The Infectious Diseases Society of America (IDSA) named Dr. William Miller, assistant professor of medicine in the Division of Infectious Diseases at the Center for Antimicrobial Resistance and Microbial Genomics (CARMiG), the recipient of the Young Investigator Award in Infectious Diseases with a $40,000 grant providing funding for research.
Miller’s research interests involve the clinical impact and mechanistic bases of antimicrobial resistance in healthcare-associated pathogens. His research focuses in particular on Pseudomonas aeruginosa, which is a leading cause of ventilator-associated pneumonia, bloodstream, and urinary tract infections. While new antibiotics to treat this bacteria have entered clinical practice, resistance to them has already been reported and there are worries that resistance genes could spread from one bacteria to another.
“If there is one bacteria in a single patient, we can utilize infection control measures to prevent the spread of resistant infections. If they’re sharing resistance genes in the community, outside of the hospital, then that is a much more difficult situation to control. In patients presenting with a resistant infection, our initial antibiotics may not garner the response we think they should,” Miller said.
The funds will be used to support sequencing a variety of isolates, and Miller will be comparing current isolates to historical ones from across the last decade in Houston to identify trends in the epidemiology and resistance of P. aeruginosa.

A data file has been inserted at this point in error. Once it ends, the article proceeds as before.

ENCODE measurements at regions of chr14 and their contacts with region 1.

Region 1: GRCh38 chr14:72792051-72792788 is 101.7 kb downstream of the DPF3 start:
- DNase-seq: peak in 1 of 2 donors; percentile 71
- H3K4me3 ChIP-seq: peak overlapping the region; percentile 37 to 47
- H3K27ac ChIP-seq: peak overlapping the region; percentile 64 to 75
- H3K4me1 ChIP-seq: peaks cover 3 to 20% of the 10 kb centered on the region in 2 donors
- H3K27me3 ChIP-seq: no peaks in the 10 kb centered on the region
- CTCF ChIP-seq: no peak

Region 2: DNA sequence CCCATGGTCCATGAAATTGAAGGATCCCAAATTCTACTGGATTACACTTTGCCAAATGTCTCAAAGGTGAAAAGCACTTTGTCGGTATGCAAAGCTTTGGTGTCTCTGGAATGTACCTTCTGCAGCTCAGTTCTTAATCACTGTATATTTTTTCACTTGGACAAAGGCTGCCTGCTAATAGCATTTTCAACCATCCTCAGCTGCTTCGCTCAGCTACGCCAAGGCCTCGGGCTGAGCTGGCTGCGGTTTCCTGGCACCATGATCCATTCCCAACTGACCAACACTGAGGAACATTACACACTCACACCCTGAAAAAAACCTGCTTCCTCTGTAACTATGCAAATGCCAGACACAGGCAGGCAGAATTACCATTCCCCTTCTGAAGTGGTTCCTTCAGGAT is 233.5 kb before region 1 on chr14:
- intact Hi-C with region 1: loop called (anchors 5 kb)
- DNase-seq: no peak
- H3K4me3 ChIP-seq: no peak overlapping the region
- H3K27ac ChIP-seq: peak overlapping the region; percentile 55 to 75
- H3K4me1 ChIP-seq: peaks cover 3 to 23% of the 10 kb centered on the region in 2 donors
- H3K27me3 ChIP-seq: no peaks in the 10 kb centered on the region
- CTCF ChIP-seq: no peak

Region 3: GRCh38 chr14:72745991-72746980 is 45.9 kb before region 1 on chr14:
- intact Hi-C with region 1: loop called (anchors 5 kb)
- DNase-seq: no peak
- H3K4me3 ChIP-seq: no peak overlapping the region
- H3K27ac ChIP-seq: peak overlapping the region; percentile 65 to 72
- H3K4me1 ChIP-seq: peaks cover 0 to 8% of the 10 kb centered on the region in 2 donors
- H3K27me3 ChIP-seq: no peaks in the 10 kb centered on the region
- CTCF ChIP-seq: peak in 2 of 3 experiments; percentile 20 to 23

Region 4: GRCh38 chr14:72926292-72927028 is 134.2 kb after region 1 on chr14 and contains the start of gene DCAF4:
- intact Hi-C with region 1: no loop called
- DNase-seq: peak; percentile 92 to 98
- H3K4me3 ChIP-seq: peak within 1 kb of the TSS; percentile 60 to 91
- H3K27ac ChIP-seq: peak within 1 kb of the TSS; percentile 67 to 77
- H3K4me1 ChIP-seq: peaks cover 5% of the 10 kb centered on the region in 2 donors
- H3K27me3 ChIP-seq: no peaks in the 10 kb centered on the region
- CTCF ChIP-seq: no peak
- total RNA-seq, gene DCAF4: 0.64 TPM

“We want to see if there is evidence that some of these bacteria have been around previously, and have now acquired resistance genes.” Miller said.
To be eligible for the award, Miller had to submit an application through a competitive nationwide selection process, with the support of both his research mentor, Dr. Cesar A. Arias, and the division chair, Dr. Barbara E. Murray. Miller said he found out about the award through communications distributed by IDSA and felt it would be a good fit for the project and a good way to demonstrate the capabilities of CARMiG. Using genomic sequencing methods and microbiologic expertise from CARMiG, Miller can work to determine how, when, and where the mutations have occurred in the bacteria.
“It’s a great opportunity to be able to look into a project I found both interesting from a scientific standpoint and helpful in the treatment of patients we see in clinical practice,” Miller said. “I think it speaks to the assets we have here at CARMiG and UTHealth and the fact we have the cutting edge technology to be at the forefront of this field. Our connections with Memorial Hermann and the Medical Center gives us a unique opportunity to understand antimicrobial resistance and delve into its impact and how we can help our patients.”